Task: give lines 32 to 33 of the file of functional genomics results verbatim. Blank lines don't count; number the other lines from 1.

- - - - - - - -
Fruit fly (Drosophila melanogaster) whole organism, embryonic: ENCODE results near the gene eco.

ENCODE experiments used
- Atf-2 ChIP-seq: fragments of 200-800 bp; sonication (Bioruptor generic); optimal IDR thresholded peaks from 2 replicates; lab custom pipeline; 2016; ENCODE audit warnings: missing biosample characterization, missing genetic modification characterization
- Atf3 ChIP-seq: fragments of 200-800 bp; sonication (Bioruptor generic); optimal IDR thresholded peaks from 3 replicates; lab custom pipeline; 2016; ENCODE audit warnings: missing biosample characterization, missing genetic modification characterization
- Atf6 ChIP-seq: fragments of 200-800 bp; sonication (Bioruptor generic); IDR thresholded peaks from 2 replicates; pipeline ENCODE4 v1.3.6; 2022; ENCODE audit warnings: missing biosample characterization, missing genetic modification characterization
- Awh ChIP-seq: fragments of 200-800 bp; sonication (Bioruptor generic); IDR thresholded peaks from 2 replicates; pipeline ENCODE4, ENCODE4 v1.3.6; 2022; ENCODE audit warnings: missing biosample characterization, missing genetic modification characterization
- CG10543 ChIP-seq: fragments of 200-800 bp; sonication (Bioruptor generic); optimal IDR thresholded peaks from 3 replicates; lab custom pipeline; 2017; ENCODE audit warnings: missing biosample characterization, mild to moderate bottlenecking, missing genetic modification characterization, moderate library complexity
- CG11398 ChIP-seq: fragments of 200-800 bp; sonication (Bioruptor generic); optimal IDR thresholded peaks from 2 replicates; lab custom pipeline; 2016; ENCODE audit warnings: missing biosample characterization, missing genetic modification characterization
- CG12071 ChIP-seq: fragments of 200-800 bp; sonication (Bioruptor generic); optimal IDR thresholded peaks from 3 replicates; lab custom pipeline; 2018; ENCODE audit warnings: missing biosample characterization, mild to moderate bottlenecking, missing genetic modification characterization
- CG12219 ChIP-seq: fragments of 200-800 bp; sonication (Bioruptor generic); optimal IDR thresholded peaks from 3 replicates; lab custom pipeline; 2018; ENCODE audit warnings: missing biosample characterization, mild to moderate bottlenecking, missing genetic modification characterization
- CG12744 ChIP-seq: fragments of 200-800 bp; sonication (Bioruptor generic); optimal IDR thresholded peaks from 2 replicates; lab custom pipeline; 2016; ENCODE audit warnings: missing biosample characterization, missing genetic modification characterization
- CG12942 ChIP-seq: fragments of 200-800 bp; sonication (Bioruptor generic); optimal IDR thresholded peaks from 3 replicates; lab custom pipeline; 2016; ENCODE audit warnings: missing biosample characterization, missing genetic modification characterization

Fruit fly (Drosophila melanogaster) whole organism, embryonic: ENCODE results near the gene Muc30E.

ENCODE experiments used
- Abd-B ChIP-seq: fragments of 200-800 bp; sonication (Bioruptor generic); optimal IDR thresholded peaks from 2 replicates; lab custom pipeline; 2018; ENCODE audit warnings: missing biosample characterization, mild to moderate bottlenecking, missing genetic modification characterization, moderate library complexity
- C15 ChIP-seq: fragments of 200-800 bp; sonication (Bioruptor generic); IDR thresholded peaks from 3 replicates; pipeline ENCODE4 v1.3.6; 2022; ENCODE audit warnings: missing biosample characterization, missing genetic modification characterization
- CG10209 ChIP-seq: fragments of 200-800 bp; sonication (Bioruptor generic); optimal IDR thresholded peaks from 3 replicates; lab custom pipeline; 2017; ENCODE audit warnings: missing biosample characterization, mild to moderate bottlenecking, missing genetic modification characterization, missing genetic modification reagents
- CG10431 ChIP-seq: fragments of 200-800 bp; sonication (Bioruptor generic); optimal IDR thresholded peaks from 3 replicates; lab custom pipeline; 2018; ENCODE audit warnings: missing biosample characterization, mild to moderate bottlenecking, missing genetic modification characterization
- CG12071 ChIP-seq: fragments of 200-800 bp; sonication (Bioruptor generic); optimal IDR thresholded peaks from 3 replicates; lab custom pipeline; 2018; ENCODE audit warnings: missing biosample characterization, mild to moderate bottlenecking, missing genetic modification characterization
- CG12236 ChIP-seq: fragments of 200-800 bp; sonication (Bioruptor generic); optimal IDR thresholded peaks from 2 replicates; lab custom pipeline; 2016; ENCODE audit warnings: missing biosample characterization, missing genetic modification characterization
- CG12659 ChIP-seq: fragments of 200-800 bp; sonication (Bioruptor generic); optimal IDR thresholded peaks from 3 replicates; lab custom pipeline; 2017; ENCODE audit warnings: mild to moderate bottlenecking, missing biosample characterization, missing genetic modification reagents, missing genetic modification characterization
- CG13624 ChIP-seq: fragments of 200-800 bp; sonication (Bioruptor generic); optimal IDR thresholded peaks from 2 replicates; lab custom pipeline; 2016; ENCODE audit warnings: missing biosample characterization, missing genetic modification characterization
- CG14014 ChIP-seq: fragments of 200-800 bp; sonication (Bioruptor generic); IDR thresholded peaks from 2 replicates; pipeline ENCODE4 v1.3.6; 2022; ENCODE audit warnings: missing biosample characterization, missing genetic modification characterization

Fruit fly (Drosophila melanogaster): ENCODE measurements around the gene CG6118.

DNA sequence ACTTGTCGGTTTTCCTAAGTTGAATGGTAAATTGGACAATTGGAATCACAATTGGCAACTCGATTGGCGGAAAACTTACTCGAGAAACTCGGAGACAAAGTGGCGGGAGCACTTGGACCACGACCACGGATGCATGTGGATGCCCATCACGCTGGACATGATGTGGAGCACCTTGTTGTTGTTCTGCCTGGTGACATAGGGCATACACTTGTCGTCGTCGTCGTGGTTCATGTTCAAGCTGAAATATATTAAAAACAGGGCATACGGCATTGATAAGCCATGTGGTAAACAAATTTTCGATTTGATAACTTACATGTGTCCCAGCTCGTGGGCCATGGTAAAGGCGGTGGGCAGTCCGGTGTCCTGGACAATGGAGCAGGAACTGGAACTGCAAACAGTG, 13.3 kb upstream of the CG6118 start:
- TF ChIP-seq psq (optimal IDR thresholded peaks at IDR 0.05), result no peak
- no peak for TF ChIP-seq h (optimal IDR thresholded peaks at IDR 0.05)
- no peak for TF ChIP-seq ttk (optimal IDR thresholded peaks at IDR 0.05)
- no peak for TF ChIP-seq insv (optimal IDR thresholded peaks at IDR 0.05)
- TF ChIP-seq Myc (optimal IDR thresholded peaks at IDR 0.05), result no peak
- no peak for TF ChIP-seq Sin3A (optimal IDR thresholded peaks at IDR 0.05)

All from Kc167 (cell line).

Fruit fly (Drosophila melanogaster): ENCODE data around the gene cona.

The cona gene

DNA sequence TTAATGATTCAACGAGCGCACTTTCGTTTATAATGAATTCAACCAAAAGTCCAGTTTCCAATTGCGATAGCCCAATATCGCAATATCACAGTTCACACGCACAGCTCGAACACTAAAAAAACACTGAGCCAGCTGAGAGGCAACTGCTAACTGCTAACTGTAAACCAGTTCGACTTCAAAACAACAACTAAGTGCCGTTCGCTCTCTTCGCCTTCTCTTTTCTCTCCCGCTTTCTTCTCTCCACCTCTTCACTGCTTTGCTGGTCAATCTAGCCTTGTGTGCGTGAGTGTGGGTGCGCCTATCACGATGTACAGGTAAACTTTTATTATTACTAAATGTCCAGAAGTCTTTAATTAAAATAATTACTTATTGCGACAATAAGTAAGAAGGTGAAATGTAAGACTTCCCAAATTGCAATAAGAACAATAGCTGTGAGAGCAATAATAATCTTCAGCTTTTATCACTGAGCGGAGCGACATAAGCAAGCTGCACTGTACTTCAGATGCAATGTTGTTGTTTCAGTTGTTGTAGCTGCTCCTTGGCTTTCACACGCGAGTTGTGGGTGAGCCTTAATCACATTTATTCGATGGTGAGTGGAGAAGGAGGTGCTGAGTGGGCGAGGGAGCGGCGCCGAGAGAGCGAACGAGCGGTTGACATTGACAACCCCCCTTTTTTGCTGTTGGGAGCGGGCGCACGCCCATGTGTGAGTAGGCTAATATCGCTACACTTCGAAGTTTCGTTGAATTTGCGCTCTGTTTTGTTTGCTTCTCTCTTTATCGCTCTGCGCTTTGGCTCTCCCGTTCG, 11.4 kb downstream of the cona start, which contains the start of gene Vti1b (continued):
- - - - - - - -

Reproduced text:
All from Kc167 (cell line).

Fruit fly (Drosophila melanogaster): ENCODE data around the gene cona.